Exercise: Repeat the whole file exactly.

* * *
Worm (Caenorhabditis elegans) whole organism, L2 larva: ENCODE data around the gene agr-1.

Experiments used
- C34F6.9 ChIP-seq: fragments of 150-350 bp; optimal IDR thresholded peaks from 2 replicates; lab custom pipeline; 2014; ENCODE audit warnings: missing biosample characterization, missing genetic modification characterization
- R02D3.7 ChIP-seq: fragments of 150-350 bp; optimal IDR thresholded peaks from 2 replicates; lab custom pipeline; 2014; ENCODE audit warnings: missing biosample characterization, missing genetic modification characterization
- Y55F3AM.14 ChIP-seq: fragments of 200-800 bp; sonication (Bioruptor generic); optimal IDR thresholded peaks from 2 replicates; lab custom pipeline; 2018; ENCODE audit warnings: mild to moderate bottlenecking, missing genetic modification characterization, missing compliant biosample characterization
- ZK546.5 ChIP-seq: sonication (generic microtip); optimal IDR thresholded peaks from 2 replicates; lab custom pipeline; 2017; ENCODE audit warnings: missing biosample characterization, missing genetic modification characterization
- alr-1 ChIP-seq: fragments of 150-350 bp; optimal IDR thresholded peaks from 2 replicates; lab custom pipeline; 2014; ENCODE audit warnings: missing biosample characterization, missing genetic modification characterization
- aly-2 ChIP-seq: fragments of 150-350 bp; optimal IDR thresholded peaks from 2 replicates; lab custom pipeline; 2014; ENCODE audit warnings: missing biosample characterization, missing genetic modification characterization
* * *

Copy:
Worm (Caenorhabditis elegans) whole organism, L2 larva: ENCODE data around the gene agr-1.

Experiments used
- C34F6.9 ChIP-seq: fragments of 150-350 bp; optimal IDR thresholded peaks from 2 replicates; lab custom pipeline; 2014; ENCODE audit warnings: missing biosample characterization, missing genetic modification characterization
- R02D3.7 ChIP-seq: fragments of 150-350 bp; optimal IDR thresholded peaks from 2 replicates; lab custom pipeline; 2014; ENCODE audit warnings: missing biosample characterization, missing genetic modification characterization
- Y55F3AM.14 ChIP-seq: fragments of 200-800 bp; sonication (Bioruptor generic); optimal IDR thresholded peaks from 2 replicates; lab custom pipeline; 2018; ENCODE audit warnings: mild to moderate bottlenecking, missing genetic modification characterization, missing compliant biosample characterization
- ZK546.5 ChIP-seq: sonication (generic microtip); optimal IDR thresholded peaks from 2 replicates; lab custom pipeline; 2017; ENCODE audit warnings: missing biosample characterization, missing genetic modification characterization
- alr-1 ChIP-seq: fragments of 150-350 bp; optimal IDR thresholded peaks from 2 replicates; lab custom pipeline; 2014; ENCODE audit warnings: missing biosample characterization, missing genetic modification characterization
- aly-2 ChIP-seq: fragments of 150-350 bp; optimal IDR thresholded peaks from 2 replicates; lab custom pipeline; 2014; ENCODE audit warnings: missing biosample characterization, missing genetic modification characterization